Tough prison term for Mexican drug cartel leader

Lester Mason
June 14, 2018

Edgar Valdez Villarreal, known to many as "La Barbie", received a 49-year sentence for crimes committed while serving as a ranking member of a Mexican drug cartel.

Born on the Mexican border in Laredo, Texas, Valdez became a street dealer as a teenager.

He lived a flashy lifestyle, dressing in nice suits and going to clubs, and owning homes in the most expensive parts of Mexico City. That information also revealed that he then moved on to trafficking cocaine in New Orleans and Memphis and connected with the Arturo Beltran-Leyva cartel. A video shows Valdez and others interrogating the man and then shows him being shot in the head, prosecutors said.

Valdez is accused of sending truckloads of cocaine from Mexico to the eastern USA and shipping millions in cash back to Mexico.

In court, Valdez's sister Carla, an assistant district attorney in Texas, asked the judge for leniency.

The Atlanta courtroom was largely packed with Valdez's immediate and extended family, including his seven siblings, parents, nieces and nephews. She acknowledged that her brother strayed from that upbringing but insisted he's a good person.

Duffey said he struggled to understand, asking "why are you a prosecutor and why is your brother a seriously evil criminal?"

Federal Police escort Texas-born fugitive Edgar Valdez Villarreal, alias "La Barbie", center, during his presentation to the press in Mexico City, Tuesday Aug. 31, 2010.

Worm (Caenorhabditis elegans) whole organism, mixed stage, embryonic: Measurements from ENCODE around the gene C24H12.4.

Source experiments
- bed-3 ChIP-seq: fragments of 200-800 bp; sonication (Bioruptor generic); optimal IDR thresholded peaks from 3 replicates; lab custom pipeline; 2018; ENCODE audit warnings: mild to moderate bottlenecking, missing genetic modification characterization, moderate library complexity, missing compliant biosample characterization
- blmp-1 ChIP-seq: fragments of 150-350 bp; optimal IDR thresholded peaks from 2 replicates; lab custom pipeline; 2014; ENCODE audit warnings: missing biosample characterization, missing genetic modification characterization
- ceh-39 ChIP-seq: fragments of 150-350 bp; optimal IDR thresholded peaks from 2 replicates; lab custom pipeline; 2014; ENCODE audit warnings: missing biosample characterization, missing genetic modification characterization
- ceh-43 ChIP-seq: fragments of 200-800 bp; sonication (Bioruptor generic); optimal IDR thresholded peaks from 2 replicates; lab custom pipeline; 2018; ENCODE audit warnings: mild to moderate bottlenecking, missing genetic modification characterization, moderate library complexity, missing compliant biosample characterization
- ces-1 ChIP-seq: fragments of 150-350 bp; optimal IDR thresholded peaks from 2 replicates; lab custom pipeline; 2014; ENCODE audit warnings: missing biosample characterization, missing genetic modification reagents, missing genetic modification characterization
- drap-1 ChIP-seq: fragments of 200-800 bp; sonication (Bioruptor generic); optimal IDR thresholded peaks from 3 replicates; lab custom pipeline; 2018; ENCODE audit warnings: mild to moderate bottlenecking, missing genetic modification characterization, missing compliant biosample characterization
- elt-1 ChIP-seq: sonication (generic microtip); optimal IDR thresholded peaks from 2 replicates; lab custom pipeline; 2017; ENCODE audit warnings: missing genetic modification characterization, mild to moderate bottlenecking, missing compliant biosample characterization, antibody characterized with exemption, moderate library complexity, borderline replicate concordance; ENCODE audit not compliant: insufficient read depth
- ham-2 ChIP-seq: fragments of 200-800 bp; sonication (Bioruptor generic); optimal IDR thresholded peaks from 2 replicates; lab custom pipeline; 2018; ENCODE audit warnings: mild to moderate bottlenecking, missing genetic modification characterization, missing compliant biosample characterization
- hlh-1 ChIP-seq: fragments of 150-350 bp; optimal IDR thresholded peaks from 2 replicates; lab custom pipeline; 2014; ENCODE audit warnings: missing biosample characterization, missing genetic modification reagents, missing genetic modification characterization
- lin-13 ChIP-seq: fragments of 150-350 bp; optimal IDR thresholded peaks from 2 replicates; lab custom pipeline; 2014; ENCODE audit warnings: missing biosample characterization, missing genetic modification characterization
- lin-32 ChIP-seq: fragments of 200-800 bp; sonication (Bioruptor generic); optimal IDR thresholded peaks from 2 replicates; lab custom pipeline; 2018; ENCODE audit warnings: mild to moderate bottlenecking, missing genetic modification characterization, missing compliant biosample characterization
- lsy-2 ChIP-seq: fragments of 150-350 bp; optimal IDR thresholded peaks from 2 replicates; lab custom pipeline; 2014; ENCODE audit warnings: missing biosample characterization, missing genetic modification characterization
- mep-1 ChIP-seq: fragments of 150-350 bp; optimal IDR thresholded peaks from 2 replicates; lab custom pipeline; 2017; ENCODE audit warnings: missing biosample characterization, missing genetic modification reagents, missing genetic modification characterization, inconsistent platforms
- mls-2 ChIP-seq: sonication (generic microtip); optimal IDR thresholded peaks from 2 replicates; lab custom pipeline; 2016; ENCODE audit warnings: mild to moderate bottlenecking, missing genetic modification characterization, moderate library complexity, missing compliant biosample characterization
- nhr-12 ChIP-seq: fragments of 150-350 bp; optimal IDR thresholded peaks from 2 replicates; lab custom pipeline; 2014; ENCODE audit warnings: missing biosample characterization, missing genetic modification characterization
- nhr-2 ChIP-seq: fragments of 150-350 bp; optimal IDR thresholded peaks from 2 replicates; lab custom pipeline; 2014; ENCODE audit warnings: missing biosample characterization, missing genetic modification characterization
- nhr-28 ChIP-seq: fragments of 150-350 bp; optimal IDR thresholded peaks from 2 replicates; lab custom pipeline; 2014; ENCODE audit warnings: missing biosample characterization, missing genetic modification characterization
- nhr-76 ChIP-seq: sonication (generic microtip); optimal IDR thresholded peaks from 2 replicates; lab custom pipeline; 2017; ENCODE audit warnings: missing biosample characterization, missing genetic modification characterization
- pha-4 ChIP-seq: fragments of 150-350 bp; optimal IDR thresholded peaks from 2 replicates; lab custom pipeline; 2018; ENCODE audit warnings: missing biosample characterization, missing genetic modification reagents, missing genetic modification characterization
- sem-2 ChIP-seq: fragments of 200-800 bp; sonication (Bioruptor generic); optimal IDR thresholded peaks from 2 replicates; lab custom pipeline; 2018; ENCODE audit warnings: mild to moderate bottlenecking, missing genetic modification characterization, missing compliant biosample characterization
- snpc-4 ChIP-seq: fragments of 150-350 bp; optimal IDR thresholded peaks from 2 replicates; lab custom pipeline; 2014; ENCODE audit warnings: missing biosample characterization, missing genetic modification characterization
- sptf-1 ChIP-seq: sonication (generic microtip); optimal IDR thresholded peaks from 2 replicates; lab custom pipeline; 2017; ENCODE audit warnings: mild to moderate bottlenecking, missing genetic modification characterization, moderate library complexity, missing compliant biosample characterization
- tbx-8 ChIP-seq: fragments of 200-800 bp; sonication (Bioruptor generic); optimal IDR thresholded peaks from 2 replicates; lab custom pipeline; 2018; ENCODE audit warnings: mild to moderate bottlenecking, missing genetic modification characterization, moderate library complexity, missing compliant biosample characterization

At the time, then-Mexican President Felipe Calderon called Villarreal 'one of the most-wanted criminals in Mexico and overseas'.

Valdez was among 13 people extradited from Mexico to the United States in September 2015.

In January 2016, he pleaded guilty to conspiring to import and distribute cocaine and conspiring to launder money. Valdez received credit for the eight years he had already spent in prison, including the time behind bars in Mexico.

He answered, "Yes, your honor", to a judge's questions before pleading guilty to the three charges, which commanded a minimum sentence of 10 years in prison.

Duffey remained skeptical, saying that by providing information to U.S. authorities, Valdez was effectively "structuring a situation where his competitors were being taken out by law enforcement".

Initially, Valdez was up against a life sentence for his crimes.

Other reports by Iphone Fresh

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